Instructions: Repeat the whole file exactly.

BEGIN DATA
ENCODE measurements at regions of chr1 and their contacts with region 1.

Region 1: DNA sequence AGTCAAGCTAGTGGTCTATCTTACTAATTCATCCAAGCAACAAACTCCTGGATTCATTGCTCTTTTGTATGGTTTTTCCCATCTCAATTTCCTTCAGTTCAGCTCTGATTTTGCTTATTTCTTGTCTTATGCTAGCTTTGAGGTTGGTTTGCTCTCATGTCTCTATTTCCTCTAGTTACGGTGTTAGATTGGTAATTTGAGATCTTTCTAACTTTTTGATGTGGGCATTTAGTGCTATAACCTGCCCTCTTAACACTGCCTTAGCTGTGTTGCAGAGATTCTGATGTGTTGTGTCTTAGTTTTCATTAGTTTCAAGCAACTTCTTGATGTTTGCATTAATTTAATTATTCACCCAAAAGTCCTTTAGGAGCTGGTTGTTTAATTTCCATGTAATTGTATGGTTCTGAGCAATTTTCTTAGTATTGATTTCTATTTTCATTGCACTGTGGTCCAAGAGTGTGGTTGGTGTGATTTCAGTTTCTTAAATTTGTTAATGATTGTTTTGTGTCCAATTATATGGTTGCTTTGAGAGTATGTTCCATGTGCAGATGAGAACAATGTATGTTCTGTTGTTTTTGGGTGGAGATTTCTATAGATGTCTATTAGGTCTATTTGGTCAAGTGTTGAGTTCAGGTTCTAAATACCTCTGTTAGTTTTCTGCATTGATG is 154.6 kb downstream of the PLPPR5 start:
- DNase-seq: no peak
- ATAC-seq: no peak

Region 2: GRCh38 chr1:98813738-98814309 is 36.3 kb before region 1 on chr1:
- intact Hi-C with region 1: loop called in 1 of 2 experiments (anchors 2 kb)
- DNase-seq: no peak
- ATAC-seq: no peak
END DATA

ENCODE measurements at regions of chr1 and their contacts with region 1.

Region 1: DNA sequence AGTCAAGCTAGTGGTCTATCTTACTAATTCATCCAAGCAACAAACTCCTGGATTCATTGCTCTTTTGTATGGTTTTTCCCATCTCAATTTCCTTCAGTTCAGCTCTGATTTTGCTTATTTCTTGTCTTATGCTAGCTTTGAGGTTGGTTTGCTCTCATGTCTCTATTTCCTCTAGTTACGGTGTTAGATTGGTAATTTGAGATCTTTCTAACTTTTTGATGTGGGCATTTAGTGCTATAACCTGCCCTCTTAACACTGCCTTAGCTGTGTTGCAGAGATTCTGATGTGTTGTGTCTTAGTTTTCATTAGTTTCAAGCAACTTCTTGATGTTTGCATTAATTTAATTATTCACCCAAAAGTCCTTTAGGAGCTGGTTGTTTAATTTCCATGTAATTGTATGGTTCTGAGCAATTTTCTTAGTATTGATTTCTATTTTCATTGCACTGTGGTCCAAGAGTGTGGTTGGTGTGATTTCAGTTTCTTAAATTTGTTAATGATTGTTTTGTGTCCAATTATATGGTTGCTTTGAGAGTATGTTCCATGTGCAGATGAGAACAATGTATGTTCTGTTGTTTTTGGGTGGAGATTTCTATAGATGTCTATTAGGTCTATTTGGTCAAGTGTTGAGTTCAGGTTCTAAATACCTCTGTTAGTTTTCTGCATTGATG is 154.6 kb downstream of the PLPPR5 start:
- DNase-seq: no peak
- ATAC-seq: no peak

Region 2: GRCh38 chr1:98813738-98814309 is 36.3 kb before region 1 on chr1:
- intact Hi-C with region 1: loop called in 1 of 2 experiments (anchors 2 kb)
- DNase-seq: no peak
- ATAC-seq: no peak